Breathe Magic: overcoming loss of motor skills among children and young people with hemiplegia

Key Messages

Children with hemiplegia suffer from a loss of motor skills, making everyday activities difficult.

Traditional intensive hand therapies can be repetitive for children and other more invasive therapies can be expensive and have mixed results.

The British ‘Breathe Magic Intensive Therapy Programme’ seeks to improve the bimanual (two handed) motor skill performance of children and young people with hemiplegia by integrating therapy into magic tricks.

The initiative showcases the potential for using arts and culture in health promotion.

The Issue

Hemiplegia results in weakness or restriction of movement to one entire side of the body. It is caused by injury to the parts of the brain that control body movement. Consequently, people with hemiplegia suffer from a loss of motor skills, making everyday activities such as dressing and eating difficult. For children and young people, the lack of independence can cause isolation, low self-esteem and poor self-confidence.

Cultural Contexts

Hemiplegia cannot be cured, but with intensive therapy, children and young people suffering from it can increase their participation and motor skills. However, the traditional hand therapies offered to children with hemiplegia are often repetitive and can be hard to engage children with, leaving little incentive to practise intensively. Consequently, such therapies often do not have the desired impact of increasing upper limb activity.

The ‘Breathe Magic Intensive Therapy Programme’ improves the levels of motor activity in children and young people with hemiplegia by making bimanual intensive therapy fun and engaging. The programme offers children 1-to-1 intensive therapy over a 10-day group camp, followed by bi-monthly therapy over the following 6 months. This equates to a total of 78 hours of therapy.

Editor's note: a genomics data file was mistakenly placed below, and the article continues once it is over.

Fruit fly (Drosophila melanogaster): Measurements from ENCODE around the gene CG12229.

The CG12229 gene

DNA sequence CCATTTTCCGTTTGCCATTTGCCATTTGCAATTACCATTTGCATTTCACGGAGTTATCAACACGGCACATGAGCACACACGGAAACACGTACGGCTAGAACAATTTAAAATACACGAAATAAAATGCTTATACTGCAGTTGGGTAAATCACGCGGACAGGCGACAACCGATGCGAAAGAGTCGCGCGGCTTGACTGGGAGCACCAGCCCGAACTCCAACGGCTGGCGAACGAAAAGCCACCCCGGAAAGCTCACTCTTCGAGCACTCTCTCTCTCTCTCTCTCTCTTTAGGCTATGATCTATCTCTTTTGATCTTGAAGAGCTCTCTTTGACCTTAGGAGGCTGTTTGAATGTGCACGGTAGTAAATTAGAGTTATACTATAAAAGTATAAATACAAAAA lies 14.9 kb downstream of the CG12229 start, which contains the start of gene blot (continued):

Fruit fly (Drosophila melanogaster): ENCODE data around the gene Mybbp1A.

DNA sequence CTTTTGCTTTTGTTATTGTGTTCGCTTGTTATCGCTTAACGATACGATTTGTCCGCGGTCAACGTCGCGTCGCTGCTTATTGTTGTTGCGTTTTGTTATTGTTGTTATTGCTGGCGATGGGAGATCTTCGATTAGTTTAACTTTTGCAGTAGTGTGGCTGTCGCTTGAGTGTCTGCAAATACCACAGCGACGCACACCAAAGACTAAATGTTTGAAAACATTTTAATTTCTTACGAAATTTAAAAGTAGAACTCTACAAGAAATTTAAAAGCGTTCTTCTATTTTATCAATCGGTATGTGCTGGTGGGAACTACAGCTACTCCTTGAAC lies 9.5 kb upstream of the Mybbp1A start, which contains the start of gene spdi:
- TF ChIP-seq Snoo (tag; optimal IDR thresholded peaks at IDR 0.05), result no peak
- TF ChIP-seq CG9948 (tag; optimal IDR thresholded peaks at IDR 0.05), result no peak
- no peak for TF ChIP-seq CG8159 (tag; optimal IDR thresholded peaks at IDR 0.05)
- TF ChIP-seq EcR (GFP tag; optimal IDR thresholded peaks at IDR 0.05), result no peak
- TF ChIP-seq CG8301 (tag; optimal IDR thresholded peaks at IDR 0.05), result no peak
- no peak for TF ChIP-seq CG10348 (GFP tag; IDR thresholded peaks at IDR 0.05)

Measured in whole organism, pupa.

During the camp, the children are taught close up bimanual magic tricks and practise activities of daily living. The motivation of becoming a magician gives the children the incentive to repeatedly practice important movements, which results in participants showing statistically significant improvements in hand function and spontaneous upper limb use in bimanual daily activities. In addition, the programme has led to improvements in psychological well-being, self-confidence, self-esteem and parent-child relationships.

Policy Implications

The case of Breathe Magic Intensive Therapy Programme showcases the potential for profiling arts and culture in health interventions. Research has shown that arts activities like music engagement, painting, dancing and writing can have significant positive effects on both physical and mental health. As such, a number of projects all over the world have taken the approach of offering people suffering from both physical and mental health problems access to dancing classes, book clubs and ceramics classes – often with great success.

Links for Further Reading

  1. Breathe Magic:
  2. Green, D., Schertz, M., Gordon, A. M., Moore, A., Schejter Margalit, T., Farquharson, Y., Ben Bashat, D., Weinstein, M., Lin, J.P. & Fattal-Valevski, A. (2013). A multi-site study of functional outcomes following a themed approach to hand–arm bimanual intensive therapy for children with hemiplegia. Developmental Medicine & Child Neurology, 55(6), 527–533.
  3. All-Party Parliamentary Group (2017). Creative Health: The Arts for Health and Wellbeing, All-Party Parliamentary Group on Arts, Health and Wellbeing Inquiry Report. July 2017, Second Edition.
  4. Stuckey, H. & Nobel, J. (2010). The Connection Between Art, Healing, and Public Health: A Review of Current Literature. American Journal of Public Health, 100(2):254-263.
  5. Crone, D., O’Connell, E., James, D.V.B., Tyson, P. and Clarke-Stone, F. (2011). Art Lift, Gloucestershire: Evaluation Report: Executive Summary. University of Gloucestershire, U.K.
  6. Strokestra:


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